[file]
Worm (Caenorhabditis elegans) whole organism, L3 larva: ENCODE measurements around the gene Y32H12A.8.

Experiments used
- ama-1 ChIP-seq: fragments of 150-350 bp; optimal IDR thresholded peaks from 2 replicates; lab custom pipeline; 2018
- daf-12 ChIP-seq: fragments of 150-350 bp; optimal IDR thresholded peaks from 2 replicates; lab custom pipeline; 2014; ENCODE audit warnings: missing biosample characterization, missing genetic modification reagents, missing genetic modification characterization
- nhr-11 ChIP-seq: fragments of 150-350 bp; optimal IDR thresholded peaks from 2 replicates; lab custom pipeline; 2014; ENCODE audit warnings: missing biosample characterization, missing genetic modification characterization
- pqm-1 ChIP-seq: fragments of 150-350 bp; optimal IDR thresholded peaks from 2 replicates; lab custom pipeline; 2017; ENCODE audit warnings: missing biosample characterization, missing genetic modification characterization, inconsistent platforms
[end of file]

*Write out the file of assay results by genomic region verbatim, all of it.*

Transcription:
Worm (Caenorhabditis elegans) whole organism, L3 larva: ENCODE measurements around the gene Y32H12A.8.

Experiments used
- ama-1 ChIP-seq: fragments of 150-350 bp; optimal IDR thresholded peaks from 2 replicates; lab custom pipeline; 2018
- daf-12 ChIP-seq: fragments of 150-350 bp; optimal IDR thresholded peaks from 2 replicates; lab custom pipeline; 2014; ENCODE audit warnings: missing biosample characterization, missing genetic modification reagents, missing genetic modification characterization
- nhr-11 ChIP-seq: fragments of 150-350 bp; optimal IDR thresholded peaks from 2 replicates; lab custom pipeline; 2014; ENCODE audit warnings: missing biosample characterization, missing genetic modification characterization
- pqm-1 ChIP-seq: fragments of 150-350 bp; optimal IDR thresholded peaks from 2 replicates; lab custom pipeline; 2017; ENCODE audit warnings: missing biosample characterization, missing genetic modification characterization, inconsistent platforms